“It’s really powerful and compelling evidence,” Manson said.
Breast cancer also appeared to be less common in women who’d taken estrogen than among those on dummy pills. An editorial accompanying the study notes that those findings contrast with many studies linking estrogen pills with an increased breast cancer risk.
Andrea LaCroix, the study’s lead author and a researcher at the Fred Hutchinson Cancer Research Center in Seattle, said it’s possible that estrogen didn’t have a harmful effect on breast tissue in women studied because they were taken well after menopause when women’s naturally occurring estrogen levels have declined.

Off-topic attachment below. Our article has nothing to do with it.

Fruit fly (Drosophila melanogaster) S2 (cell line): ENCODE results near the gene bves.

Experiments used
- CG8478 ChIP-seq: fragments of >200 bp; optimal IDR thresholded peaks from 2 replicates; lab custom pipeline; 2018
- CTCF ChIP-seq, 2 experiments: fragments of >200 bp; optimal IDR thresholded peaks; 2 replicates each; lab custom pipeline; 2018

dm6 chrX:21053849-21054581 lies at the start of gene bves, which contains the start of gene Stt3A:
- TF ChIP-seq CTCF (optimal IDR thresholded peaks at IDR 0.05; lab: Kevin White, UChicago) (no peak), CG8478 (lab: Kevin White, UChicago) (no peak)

Dr. Graham Colditz, a Washington University researcher who co-wrote the editorial, noted that duration of estrogen use as directed was pretty short during the study, averaging about 3 1/2 years, and most women started taking the hormone years after a hysterectomy or after menstrual periods ended.
“The results really don’t directly translate to how we see women getting hormone therapy in the real world of current American medicine,” Colditz said.
Women’s Health Initiative: http://www.nhlbi.nih.gov/whi/
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